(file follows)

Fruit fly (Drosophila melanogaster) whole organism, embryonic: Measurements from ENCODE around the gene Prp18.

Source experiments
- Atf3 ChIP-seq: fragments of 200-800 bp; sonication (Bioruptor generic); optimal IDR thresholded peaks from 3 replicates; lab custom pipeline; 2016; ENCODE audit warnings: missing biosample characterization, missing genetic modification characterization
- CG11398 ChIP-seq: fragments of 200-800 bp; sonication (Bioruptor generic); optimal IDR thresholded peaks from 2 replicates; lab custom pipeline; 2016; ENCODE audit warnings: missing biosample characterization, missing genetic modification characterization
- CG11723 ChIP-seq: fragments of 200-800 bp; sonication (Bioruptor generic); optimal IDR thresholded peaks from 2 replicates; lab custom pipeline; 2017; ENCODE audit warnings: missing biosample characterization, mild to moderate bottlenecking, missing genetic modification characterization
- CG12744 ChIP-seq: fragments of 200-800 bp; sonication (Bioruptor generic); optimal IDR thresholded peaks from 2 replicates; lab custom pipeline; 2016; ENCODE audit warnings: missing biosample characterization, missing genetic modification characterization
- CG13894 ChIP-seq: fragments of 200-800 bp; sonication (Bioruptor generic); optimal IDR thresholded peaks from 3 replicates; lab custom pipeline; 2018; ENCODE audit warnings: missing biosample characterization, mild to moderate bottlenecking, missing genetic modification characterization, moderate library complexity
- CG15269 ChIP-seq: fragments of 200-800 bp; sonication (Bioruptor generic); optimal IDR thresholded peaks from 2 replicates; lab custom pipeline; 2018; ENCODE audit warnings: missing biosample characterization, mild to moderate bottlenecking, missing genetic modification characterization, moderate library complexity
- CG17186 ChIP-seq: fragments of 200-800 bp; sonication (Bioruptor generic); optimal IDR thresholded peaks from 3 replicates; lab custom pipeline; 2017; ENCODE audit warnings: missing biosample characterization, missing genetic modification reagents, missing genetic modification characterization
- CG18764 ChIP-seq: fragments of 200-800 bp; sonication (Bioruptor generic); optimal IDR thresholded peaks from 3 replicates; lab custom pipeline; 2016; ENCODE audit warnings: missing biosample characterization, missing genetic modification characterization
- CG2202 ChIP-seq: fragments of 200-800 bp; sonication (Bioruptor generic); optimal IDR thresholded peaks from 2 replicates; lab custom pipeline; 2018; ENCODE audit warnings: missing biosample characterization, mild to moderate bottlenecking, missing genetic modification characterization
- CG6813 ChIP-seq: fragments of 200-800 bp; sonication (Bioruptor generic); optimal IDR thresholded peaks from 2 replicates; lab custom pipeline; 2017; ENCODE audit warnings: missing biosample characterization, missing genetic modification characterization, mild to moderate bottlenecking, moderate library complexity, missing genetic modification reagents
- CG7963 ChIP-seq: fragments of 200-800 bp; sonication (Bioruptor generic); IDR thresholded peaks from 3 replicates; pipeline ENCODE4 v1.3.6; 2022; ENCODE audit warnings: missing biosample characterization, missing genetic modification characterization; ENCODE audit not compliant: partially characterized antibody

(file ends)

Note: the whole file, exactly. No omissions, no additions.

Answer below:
Fruit fly (Drosophila melanogaster) whole organism, embryonic: Measurements from ENCODE around the gene Prp18.

Source experiments
- Atf3 ChIP-seq: fragments of 200-800 bp; sonication (Bioruptor generic); optimal IDR thresholded peaks from 3 replicates; lab custom pipeline; 2016; ENCODE audit warnings: missing biosample characterization, missing genetic modification characterization
- CG11398 ChIP-seq: fragments of 200-800 bp; sonication (Bioruptor generic); optimal IDR thresholded peaks from 2 replicates; lab custom pipeline; 2016; ENCODE audit warnings: missing biosample characterization, missing genetic modification characterization
- CG11723 ChIP-seq: fragments of 200-800 bp; sonication (Bioruptor generic); optimal IDR thresholded peaks from 2 replicates; lab custom pipeline; 2017; ENCODE audit warnings: missing biosample characterization, mild to moderate bottlenecking, missing genetic modification characterization
- CG12744 ChIP-seq: fragments of 200-800 bp; sonication (Bioruptor generic); optimal IDR thresholded peaks from 2 replicates; lab custom pipeline; 2016; ENCODE audit warnings: missing biosample characterization, missing genetic modification characterization
- CG13894 ChIP-seq: fragments of 200-800 bp; sonication (Bioruptor generic); optimal IDR thresholded peaks from 3 replicates; lab custom pipeline; 2018; ENCODE audit warnings: missing biosample characterization, mild to moderate bottlenecking, missing genetic modification characterization, moderate library complexity
- CG15269 ChIP-seq: fragments of 200-800 bp; sonication (Bioruptor generic); optimal IDR thresholded peaks from 2 replicates; lab custom pipeline; 2018; ENCODE audit warnings: missing biosample characterization, mild to moderate bottlenecking, missing genetic modification characterization, moderate library complexity
- CG17186 ChIP-seq: fragments of 200-800 bp; sonication (Bioruptor generic); optimal IDR thresholded peaks from 3 replicates; lab custom pipeline; 2017; ENCODE audit warnings: missing biosample characterization, missing genetic modification reagents, missing genetic modification characterization
- CG18764 ChIP-seq: fragments of 200-800 bp; sonication (Bioruptor generic); optimal IDR thresholded peaks from 3 replicates; lab custom pipeline; 2016; ENCODE audit warnings: missing biosample characterization, missing genetic modification characterization
- CG2202 ChIP-seq: fragments of 200-800 bp; sonication (Bioruptor generic); optimal IDR thresholded peaks from 2 replicates; lab custom pipeline; 2018; ENCODE audit warnings: missing biosample characterization, mild to moderate bottlenecking, missing genetic modification characterization
- CG6813 ChIP-seq: fragments of 200-800 bp; sonication (Bioruptor generic); optimal IDR thresholded peaks from 2 replicates; lab custom pipeline; 2017; ENCODE audit warnings: missing biosample characterization, missing genetic modification characterization, mild to moderate bottlenecking, moderate library complexity, missing genetic modification reagents
- CG7963 ChIP-seq: fragments of 200-800 bp; sonication (Bioruptor generic); IDR thresholded peaks from 3 replicates; pipeline ENCODE4 v1.3.6; 2022; ENCODE audit warnings: missing biosample characterization, missing genetic modification characterization; ENCODE audit not compliant: partially characterized antibody